Thursday, September 11, 2014

Early September on Tarawa

We were tooling down the road and pulled up on a family apparently moving their home.  This is a buia (pronounced like the marines would--boo-yaw) on the back of a Nissan p/u truck.  Who says there are no Red Neck motor homes on Tarawa?

We took a little excursion out to the north end of the island (far as you can walk anyway) and at the end of where we could drive was a lovely crossing to the next island.  We rolled up our pants and waded in.  It was about 300 yards across.  Here are three intrepid waders.

Here are the rest, ready to embark or disembark as the case may be.

When we got to the other side there was a noticeable starboard list while everyone removed their port shoes.  They are sitting on a little outrigger (more modern than the hollowed-out-log kind).  It has a little trolling motor on the back.  We rode it back on the return trip because by noon the tide had come in and a walk across would have been somewhat above our waist.  Manageable but more wet than we wanted to  be.

The hardy hikers (hardly hiking) after crossing the crooked bridge.  It was a little worse for wear but easily passable.

Fun in the trees.  They dared me to climb one so I did.  Sister Waldron kept seeing visions of the cherry tree incident so the next tree I didn't climb, I just imitated.  Looks just like me, don't you think?  The branches of these trees have the most incredible stickers.  They must be related to cactus somehow.  I wouldn't risk it again except maybe on a double-dog dare.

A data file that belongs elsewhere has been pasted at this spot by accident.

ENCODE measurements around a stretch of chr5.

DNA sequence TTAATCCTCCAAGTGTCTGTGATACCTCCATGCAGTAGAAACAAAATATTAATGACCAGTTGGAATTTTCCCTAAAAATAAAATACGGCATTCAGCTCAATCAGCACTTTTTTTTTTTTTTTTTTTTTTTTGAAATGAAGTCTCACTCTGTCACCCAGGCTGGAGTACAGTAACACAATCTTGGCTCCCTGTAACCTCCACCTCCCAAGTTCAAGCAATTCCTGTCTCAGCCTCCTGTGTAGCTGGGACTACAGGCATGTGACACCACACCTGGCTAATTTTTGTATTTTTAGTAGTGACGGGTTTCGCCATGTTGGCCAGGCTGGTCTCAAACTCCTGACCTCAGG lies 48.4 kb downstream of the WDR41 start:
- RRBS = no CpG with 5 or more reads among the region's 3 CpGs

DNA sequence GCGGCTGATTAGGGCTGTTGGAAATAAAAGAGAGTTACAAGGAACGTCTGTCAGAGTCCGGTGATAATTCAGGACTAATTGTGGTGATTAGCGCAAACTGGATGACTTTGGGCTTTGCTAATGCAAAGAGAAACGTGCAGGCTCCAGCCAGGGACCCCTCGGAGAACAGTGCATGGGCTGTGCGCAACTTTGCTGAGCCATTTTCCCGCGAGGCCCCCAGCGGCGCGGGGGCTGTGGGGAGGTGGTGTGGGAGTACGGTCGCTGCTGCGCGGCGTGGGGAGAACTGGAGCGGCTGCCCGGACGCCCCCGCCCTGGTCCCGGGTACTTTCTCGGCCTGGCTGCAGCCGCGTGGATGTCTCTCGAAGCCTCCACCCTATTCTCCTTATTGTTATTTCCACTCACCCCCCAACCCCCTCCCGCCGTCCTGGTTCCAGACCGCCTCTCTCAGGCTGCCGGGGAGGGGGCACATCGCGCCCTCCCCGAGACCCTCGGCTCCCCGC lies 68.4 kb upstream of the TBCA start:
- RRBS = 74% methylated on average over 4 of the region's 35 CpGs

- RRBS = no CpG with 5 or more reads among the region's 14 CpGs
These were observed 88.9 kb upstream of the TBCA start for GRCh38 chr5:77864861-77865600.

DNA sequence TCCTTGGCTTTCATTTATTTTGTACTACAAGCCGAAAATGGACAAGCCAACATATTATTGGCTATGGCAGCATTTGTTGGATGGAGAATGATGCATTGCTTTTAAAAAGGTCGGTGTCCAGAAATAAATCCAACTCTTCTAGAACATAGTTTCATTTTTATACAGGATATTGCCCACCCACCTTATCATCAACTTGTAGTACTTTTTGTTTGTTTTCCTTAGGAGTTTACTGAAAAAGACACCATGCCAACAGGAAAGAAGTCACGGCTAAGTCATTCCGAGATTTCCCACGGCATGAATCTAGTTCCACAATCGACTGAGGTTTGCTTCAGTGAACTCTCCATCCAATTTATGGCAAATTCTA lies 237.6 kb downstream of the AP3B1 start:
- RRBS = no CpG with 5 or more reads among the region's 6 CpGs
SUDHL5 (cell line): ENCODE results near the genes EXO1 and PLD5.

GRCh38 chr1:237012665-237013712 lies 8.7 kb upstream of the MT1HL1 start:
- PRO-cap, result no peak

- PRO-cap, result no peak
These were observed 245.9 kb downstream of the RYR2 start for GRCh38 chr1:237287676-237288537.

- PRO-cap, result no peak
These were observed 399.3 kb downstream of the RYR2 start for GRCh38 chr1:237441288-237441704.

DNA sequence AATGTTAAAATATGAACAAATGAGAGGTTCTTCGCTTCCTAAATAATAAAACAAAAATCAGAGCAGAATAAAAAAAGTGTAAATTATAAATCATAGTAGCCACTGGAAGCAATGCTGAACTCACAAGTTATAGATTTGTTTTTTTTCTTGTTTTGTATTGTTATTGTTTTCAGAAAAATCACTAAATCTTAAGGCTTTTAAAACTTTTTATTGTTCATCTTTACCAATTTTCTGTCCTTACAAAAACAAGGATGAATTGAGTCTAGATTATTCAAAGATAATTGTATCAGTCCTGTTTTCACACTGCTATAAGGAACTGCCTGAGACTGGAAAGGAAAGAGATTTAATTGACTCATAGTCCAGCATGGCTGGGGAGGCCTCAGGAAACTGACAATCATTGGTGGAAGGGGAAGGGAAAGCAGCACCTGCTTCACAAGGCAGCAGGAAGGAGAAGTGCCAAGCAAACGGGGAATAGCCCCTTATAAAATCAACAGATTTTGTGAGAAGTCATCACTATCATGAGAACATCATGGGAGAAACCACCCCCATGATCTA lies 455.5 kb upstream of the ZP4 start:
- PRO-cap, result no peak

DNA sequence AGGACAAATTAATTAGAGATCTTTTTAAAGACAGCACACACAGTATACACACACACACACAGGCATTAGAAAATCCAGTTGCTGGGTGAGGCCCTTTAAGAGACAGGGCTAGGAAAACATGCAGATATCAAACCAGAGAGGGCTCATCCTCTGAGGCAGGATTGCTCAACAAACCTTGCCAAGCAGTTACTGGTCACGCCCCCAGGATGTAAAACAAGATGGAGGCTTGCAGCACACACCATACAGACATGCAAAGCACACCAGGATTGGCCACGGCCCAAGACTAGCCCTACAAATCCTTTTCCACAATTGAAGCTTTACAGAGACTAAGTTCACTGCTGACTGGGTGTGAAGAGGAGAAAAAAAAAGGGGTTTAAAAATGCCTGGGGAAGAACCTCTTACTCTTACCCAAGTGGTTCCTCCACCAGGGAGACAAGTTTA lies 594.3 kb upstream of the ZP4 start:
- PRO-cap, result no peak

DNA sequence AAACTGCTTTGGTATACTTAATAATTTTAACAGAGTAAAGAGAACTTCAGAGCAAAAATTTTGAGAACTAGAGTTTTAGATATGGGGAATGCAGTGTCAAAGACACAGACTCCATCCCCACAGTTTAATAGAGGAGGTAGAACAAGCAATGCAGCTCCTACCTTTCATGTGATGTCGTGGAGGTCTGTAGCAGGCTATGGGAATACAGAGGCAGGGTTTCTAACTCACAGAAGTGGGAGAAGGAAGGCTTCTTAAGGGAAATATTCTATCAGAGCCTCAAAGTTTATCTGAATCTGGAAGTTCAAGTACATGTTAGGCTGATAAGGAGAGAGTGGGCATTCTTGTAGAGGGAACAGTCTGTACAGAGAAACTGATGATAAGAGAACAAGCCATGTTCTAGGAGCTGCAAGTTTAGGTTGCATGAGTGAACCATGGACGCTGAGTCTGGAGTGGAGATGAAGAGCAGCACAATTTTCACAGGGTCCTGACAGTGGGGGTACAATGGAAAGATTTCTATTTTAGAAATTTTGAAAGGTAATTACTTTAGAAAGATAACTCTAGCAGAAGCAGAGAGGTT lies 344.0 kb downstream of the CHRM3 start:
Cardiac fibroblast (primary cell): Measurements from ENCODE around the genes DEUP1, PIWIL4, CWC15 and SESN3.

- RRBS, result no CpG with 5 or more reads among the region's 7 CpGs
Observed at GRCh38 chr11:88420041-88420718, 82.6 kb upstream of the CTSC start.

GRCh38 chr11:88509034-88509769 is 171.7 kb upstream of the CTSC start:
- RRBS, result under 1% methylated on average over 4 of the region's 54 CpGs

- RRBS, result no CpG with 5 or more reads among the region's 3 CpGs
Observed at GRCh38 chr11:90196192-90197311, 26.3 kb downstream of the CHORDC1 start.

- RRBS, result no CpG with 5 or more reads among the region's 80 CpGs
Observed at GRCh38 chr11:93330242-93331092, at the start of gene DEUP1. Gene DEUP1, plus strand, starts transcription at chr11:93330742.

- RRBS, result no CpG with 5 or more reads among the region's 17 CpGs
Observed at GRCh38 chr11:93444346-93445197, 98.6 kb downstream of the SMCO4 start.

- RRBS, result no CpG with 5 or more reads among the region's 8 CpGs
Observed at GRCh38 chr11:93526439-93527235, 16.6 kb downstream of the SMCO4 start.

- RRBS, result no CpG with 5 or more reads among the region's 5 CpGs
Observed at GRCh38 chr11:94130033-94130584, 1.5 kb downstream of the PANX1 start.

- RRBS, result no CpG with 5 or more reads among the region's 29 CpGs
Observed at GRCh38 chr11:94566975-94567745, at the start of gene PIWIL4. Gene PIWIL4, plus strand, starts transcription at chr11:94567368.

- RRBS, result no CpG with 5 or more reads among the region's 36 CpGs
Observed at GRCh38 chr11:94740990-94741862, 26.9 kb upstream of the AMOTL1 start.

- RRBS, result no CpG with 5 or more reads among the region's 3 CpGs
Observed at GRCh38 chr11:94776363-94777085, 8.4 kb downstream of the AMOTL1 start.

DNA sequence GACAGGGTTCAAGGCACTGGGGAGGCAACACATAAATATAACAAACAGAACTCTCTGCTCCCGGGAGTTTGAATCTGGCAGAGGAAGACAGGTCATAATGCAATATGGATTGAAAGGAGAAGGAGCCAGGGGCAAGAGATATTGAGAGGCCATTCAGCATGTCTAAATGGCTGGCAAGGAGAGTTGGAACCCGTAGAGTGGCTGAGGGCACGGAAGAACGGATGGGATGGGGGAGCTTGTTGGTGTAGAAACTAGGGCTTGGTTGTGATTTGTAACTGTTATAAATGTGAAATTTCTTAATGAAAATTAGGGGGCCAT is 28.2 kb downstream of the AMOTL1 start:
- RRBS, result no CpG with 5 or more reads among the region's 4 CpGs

This is one of the little villages we passed on our hike.  It was so pristine up here.  Much less population/congestion and therefore less pollution.  Still friendly, the people were gracious and smiley.  You can see a water storage tank dead center in the picture.  Further north they were still using poles and buckets to dip their water from a well.

This is a picture of the crossing looking back to the main island.  Really quite picturesque--Sister Waldron didn't hurt it either.

The other day we found a formidable homesteader in the pantry.  On the left you see a 32 oz can of  fruit cocktail--just to give you some size perspective.  Sister Waldron was surprised but not apoplectic like some of her daughters would have been.  We captured and put him out.  We don't hold with no homesteadin' sod-busters in our territory.